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Libya Rebels Battle For Misrata

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LIBYA MISRATA
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TRIPOLI, Libya — A battle between Libyan troops and rebels spilled over the western border into Tunisia Friday, drawing a sharp rebuke of Moammar Gadhafi's regime from the neighboring government.

Clashes along the Tunisian border have escalated since Thursday, posing a new challenge for Gadhafi within the western half of the country where he must consolidate his control to cling to power. Rebels captured most of the east early on in the uprising against Gadhafi that began in February.

Early Saturday, at least two NATO airstrikes hit a government complex in the capital of Tripoli, damaging offices of parliamentary staff and a building officials said housed a commission for children and women.

A policeman at the scene said three people were hurt, one seriously.

The complex also included the building of the Broadcast Authority, which was not damaged.

A speech by Libyan leader Moammar Gadhafi was being broadcast on Libyan state TV at the time of the predawn strikes, though it was not clear from where Gadhafi was speaking.

Government spokesman Moussa Ibrahim said Gadhafi was speaking live, was notified of the airstrikes and continued his speech. "We believe the target was the leader," Ibrahim said.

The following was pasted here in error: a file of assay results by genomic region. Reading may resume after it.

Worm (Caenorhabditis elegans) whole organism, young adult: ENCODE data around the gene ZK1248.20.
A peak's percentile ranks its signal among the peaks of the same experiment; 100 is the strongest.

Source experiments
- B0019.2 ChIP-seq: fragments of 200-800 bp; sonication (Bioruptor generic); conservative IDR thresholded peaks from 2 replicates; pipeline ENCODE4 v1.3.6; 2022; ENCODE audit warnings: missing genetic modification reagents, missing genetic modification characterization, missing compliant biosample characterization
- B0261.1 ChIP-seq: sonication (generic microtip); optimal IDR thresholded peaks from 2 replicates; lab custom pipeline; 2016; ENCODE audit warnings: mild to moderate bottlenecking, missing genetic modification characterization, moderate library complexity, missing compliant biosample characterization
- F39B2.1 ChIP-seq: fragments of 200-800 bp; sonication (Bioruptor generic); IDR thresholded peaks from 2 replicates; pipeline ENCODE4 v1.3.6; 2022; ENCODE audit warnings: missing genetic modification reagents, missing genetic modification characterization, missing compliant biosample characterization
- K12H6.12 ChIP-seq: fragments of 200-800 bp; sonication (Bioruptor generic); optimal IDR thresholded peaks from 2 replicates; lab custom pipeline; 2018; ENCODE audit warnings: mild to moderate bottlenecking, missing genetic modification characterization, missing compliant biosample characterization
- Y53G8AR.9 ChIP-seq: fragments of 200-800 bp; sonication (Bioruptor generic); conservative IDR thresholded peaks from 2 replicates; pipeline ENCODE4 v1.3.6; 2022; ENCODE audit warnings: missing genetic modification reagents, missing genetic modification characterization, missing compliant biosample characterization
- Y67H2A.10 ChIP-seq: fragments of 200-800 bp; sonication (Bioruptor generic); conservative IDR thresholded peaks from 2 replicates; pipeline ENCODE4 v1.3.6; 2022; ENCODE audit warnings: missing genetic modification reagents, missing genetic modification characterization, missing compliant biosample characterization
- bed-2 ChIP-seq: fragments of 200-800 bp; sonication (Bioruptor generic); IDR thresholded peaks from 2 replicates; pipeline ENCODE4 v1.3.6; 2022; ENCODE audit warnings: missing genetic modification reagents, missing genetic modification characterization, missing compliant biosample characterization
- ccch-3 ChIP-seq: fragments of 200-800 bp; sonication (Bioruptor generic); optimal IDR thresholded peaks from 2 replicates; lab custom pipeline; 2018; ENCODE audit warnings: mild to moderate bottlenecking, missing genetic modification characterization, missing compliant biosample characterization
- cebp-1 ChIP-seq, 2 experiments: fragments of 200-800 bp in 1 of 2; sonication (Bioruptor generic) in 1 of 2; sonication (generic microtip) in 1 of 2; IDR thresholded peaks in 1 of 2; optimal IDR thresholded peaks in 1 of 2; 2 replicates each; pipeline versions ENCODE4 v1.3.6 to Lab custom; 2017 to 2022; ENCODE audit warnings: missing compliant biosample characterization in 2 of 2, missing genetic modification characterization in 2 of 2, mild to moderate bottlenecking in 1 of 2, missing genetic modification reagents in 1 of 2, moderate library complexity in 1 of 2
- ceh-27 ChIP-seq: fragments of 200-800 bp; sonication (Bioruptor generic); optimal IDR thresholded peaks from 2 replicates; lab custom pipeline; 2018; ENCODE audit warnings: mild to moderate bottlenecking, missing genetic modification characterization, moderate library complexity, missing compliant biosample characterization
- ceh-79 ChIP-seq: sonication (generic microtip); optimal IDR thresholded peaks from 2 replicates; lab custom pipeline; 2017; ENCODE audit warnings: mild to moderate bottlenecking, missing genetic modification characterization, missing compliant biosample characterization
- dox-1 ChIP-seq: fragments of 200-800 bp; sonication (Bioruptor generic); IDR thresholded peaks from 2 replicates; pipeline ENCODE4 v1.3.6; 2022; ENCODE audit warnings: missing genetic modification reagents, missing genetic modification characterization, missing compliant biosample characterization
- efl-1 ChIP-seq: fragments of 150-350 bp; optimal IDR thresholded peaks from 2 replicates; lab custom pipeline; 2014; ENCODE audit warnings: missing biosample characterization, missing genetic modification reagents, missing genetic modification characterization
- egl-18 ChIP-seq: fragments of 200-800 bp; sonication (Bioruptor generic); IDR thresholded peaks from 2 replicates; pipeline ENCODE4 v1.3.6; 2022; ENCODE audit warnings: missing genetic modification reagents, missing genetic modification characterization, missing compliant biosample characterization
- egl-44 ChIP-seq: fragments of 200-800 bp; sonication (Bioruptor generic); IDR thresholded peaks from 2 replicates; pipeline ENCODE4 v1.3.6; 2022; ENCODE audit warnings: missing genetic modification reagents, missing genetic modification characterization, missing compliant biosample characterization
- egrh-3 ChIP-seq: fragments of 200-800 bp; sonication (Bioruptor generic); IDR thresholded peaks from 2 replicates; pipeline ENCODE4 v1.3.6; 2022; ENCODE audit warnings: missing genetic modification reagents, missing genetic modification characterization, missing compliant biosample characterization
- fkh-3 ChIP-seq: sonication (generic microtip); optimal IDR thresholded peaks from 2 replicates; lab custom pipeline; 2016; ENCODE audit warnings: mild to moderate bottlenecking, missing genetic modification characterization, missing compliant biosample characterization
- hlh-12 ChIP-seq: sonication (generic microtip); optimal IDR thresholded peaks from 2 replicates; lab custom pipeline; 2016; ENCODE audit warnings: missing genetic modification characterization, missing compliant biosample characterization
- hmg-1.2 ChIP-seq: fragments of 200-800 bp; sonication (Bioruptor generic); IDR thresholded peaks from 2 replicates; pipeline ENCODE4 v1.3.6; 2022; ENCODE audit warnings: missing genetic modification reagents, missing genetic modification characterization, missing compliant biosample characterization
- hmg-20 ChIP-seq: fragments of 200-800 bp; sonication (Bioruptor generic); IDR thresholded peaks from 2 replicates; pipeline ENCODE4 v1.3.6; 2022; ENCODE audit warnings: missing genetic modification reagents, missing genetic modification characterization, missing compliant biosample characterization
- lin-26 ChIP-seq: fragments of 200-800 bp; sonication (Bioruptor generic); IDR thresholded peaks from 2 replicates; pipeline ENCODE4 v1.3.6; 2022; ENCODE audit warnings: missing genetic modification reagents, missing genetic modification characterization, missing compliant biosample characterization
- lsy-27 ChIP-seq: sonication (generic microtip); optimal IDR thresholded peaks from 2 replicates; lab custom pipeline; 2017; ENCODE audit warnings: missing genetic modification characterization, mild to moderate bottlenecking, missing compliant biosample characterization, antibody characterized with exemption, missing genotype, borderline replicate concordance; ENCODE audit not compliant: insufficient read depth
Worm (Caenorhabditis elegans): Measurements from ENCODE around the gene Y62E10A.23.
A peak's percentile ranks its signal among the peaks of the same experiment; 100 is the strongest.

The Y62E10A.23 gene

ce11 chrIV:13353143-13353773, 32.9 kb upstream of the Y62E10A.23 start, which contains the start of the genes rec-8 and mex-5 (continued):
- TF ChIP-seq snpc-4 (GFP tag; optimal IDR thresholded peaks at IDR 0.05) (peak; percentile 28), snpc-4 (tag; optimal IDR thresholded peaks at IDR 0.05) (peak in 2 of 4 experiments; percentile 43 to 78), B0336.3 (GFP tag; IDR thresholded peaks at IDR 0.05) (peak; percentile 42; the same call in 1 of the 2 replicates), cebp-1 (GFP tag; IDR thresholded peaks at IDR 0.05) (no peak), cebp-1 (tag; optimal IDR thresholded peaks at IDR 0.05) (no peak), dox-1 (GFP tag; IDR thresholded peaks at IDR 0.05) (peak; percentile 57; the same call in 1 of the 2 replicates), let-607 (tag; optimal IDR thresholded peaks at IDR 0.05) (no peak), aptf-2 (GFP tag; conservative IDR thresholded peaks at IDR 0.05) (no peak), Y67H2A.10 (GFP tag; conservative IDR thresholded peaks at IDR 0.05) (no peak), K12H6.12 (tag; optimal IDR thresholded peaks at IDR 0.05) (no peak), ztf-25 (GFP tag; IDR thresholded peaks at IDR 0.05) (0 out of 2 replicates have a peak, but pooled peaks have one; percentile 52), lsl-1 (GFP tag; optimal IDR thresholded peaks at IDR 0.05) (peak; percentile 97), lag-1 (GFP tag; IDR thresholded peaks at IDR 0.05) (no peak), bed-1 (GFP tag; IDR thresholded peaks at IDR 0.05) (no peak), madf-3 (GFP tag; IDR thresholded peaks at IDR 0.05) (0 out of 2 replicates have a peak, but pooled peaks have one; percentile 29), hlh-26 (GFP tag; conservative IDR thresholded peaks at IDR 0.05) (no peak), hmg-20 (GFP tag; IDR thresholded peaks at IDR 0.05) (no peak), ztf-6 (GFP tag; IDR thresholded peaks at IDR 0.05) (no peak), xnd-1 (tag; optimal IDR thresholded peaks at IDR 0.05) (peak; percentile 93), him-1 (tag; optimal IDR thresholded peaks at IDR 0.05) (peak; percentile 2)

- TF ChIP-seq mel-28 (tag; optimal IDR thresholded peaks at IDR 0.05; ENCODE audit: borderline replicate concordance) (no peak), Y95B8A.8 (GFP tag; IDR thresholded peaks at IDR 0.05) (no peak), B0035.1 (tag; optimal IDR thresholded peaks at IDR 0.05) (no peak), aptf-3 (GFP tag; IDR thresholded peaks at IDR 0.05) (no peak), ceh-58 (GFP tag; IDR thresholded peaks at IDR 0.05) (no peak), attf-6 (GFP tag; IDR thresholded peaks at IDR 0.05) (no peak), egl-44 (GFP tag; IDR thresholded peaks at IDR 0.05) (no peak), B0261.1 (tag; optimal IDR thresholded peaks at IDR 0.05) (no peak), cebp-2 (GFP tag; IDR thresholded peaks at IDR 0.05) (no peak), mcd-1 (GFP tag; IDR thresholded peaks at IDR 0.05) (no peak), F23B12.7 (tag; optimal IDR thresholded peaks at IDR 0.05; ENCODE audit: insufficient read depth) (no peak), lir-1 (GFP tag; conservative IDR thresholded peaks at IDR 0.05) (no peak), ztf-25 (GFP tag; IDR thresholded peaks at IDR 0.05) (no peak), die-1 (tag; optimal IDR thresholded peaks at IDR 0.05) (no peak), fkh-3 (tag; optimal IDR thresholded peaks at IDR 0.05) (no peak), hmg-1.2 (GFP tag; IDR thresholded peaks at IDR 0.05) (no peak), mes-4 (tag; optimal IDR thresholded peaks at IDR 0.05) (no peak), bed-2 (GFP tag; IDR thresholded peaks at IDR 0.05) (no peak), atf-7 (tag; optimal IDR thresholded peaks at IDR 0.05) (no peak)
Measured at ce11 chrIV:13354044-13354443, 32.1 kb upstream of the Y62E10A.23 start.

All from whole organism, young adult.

In his speech, Gadhafi reiterated his call for a cease-fire, and said Libyans were free to choose their own political system but not under the threat of bombings. Gadhafi appeared visibly tired and subdued in the rambling speech that lasted over an hour.

On the other major front in western Libya, NATO foiled attempts by regime loyalists to close the only access route to the besieged rebel city of Misrata, intercepting boats that were laying anti-ship mines in the waters around the port. The port is the only lifeline for the city of 300,000, which has been under siege for two months.

Ibrahim said he was unaware of the attempted mine-laying, but said the government is trying to prevent weapons shipments from reaching the rebels by sea. He said aid such shipments must be coordinated with the authorities and should preferably come overland.

The government offensive on the Tunisian border along with shelling that killed 15 in Misrata on Friday and the attempt to mine the Misrata port show the regime is redoubling efforts to crush stubborn pockets of resistance in the west.

In the capital Tripoli, residents reported rising tensions over fuel shortages, a result of international sanctions imposed on Gadhafi. Witnesses said there have been clashes between residents and troops, including with stones and tear gas, at gas stations in recent days, after security forces tried to cut into huge lines.